And I don’t want to misguide you into believing that every marriage works.
If you are considering the possibility of divorce, the most important thing to understand is that no one can tell you whether or not it’s time to leave your marriage.
Usually when people come into my office asking whether or not I think they should get a divorce, I find they are asking everyone else around them too: family, friends, priests, rabbis, and other people they feel might help them make a good decision.
In the end, none of these people can tell you whether or not it’s time to leave your marriage. No matter how good their intentions are, no matter how informed they are about your situation, they can’t tell you what is right in this circumstance.
Neither can I.
You’re the one who has to live with the consequences of your choices. And you’re the only person who really knows what you can live with and whether or not what you get out of your marriage is worth the emotional price you pay for it.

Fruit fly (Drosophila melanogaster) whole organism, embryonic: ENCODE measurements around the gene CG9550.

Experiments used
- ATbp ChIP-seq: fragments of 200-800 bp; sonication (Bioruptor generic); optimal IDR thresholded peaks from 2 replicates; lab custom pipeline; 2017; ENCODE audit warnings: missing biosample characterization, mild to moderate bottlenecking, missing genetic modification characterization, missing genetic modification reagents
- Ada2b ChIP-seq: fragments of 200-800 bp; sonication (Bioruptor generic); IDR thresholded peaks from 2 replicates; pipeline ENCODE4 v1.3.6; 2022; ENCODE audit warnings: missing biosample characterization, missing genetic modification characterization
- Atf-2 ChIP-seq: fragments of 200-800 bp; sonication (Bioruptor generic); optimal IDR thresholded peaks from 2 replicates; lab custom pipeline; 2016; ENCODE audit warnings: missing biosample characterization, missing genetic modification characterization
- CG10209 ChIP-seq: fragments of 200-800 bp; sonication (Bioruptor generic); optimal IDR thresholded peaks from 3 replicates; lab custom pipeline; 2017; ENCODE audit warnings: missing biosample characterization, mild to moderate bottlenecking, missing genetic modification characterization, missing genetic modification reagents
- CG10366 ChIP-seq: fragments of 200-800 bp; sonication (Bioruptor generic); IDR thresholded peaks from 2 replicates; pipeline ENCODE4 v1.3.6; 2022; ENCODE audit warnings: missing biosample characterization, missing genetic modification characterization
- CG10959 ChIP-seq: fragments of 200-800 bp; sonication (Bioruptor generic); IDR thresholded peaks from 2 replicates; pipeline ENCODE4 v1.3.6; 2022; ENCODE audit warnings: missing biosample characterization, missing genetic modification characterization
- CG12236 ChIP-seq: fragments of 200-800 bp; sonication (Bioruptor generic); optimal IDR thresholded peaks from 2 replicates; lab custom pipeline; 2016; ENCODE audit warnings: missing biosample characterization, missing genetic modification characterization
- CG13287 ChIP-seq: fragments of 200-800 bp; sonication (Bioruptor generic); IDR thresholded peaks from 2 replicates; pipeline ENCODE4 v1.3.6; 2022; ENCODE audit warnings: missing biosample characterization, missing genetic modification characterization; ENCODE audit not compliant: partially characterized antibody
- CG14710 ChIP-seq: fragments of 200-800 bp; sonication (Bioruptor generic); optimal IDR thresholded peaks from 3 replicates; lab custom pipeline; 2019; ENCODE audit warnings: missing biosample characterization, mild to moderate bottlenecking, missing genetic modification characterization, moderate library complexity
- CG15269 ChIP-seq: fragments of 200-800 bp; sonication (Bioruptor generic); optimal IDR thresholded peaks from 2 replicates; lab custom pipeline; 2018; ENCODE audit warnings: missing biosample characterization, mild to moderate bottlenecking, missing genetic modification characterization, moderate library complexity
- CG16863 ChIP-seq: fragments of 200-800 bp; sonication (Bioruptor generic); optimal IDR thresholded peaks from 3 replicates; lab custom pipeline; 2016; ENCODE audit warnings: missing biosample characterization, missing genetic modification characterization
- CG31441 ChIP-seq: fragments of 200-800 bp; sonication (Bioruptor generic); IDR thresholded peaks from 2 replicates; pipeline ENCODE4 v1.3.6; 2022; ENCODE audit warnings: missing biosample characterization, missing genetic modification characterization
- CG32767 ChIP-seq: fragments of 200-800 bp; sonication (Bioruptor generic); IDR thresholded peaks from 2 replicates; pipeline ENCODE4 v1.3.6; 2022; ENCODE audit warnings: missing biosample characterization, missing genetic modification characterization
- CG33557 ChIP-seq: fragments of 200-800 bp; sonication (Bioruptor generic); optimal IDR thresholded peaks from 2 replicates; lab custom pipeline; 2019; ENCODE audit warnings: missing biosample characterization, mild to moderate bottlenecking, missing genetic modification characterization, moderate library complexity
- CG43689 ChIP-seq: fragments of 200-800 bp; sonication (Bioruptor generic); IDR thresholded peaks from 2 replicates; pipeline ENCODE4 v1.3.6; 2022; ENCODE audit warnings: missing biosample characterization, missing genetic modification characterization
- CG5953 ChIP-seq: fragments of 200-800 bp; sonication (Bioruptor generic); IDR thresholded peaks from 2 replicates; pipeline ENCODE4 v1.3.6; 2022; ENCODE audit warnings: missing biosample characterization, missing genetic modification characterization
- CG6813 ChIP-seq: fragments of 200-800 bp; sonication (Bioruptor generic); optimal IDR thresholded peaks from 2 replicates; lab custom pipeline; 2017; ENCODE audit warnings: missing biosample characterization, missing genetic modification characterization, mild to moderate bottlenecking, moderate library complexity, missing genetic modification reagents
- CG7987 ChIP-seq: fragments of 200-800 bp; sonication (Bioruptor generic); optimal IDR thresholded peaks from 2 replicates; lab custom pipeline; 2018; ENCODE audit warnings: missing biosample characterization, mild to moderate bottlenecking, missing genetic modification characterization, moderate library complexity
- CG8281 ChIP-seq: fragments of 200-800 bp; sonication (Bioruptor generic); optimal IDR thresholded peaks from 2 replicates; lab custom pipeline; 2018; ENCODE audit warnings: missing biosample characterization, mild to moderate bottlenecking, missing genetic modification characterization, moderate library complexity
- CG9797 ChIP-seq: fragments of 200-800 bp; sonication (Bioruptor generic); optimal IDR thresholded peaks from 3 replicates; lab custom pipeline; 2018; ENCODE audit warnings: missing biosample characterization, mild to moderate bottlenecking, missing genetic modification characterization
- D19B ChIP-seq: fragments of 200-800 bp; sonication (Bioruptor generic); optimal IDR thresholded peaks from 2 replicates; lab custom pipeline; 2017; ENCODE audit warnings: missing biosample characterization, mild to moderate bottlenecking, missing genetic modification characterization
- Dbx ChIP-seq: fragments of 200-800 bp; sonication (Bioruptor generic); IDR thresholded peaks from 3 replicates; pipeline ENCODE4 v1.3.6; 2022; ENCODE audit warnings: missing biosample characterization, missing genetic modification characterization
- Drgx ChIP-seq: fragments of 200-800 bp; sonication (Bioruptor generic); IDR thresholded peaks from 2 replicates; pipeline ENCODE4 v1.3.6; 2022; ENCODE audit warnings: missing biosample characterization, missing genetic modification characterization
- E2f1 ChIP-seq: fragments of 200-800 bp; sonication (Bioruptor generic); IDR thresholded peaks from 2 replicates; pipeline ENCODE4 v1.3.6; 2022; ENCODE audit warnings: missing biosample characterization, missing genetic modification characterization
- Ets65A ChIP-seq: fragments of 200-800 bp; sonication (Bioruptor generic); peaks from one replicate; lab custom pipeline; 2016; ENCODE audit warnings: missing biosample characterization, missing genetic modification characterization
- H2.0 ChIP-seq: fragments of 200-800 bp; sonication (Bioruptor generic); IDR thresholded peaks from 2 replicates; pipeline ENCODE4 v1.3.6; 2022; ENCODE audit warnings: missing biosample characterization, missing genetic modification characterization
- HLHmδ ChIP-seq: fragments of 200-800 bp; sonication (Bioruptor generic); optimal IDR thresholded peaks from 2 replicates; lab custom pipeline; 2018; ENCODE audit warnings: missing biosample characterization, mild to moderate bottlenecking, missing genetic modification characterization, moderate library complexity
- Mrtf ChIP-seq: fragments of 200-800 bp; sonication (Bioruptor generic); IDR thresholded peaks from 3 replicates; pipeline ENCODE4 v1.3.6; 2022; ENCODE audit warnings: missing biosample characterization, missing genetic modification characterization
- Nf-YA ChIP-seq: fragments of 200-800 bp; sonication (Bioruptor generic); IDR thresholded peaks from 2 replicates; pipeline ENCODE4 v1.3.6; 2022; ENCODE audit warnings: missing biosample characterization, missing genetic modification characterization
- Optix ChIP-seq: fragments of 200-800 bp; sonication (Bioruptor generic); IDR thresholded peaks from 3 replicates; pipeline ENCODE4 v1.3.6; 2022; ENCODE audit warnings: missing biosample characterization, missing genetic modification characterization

No one is perfect. Every person who is in a marriage has to live with some undesirable personality quirks in his or her spouse. One hopes these bad traits are minor. In some cases they are. In some cases they aren’t.
In some cases, a good marriage counselor can show you how, unbeknownst to you, you have been encouraging some of the worst traits in your spouse.
However, you are living your experience, no one else is. You’re the only one who knows whether or not you can continue to live with these traits in your spouse. Even your best friend who knows everything about your marriage from the first minute may not be able to understand how you can put up with some of your spouse’s behaviors.
It’s critical that you understand this. Only you can make the choice to continue working on your relationship or choose to divorce.
Having said that, there are a few things to consider as you make this decision that might help you determine the right course of action for you.
Getting Your Marriage into the Best Shape Possible
If you’re wondering whether or not you’ve done everything you can to save your relationship, one thing you might consider is getting your marriage into the best shape possible before making a decision to divorce.
The reason I recommend doing this, is that then you will know what you are giving up if you ultimately choose to leave the marriage.